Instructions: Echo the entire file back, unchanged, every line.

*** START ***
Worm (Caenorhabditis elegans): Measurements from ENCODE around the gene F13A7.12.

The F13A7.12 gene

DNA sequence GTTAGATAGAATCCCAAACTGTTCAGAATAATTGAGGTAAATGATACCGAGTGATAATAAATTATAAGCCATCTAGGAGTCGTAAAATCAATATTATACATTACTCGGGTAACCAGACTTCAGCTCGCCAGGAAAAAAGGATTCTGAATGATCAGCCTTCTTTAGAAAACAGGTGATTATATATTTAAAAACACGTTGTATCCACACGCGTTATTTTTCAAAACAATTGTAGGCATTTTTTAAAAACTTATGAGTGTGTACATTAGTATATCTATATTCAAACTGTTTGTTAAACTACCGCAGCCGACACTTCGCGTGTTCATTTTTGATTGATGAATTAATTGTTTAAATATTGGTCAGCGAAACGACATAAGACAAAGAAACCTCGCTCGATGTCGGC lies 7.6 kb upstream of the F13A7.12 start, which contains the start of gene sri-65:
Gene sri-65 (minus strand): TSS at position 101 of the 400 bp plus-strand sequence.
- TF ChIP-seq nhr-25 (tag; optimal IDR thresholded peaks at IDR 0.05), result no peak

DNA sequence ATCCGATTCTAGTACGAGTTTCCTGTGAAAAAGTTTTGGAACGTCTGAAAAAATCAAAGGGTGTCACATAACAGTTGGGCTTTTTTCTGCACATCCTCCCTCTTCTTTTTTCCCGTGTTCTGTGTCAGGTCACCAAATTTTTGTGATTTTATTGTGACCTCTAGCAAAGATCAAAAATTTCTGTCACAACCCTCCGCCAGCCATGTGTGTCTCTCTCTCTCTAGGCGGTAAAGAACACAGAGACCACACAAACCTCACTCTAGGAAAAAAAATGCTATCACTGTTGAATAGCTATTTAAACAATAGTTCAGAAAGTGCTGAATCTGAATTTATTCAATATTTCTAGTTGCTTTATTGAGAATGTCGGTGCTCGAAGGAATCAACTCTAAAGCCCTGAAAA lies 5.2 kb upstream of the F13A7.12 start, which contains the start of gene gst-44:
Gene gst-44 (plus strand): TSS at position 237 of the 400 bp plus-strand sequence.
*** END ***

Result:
Worm (Caenorhabditis elegans): Measurements from ENCODE around the gene F13A7.12.

The F13A7.12 gene

DNA sequence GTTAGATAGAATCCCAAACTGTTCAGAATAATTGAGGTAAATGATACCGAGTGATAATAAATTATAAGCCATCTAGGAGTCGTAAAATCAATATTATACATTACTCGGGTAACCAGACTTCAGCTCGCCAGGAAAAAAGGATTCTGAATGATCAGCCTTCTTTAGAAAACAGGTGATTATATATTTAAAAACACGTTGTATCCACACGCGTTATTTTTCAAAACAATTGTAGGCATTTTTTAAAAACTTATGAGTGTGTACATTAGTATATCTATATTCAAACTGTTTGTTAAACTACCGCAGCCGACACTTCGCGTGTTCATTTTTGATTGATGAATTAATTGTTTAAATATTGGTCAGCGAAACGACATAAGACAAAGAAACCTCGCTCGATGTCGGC lies 7.6 kb upstream of the F13A7.12 start, which contains the start of gene sri-65:
Gene sri-65 (minus strand): TSS at position 101 of the 400 bp plus-strand sequence.
- TF ChIP-seq nhr-25 (tag; optimal IDR thresholded peaks at IDR 0.05), result no peak

DNA sequence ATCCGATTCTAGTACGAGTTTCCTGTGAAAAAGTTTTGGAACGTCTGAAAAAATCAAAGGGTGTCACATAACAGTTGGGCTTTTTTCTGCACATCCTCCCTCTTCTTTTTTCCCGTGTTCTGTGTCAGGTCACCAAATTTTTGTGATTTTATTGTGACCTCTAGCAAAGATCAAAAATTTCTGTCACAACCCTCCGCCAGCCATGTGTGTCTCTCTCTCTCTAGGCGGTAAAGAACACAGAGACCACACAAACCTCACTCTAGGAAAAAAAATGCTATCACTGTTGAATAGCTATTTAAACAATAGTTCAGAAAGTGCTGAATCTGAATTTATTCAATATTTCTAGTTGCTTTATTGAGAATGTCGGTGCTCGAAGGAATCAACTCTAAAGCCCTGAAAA lies 5.2 kb upstream of the F13A7.12 start, which contains the start of gene gst-44:
Gene gst-44 (plus strand): TSS at position 237 of the 400 bp plus-strand sequence.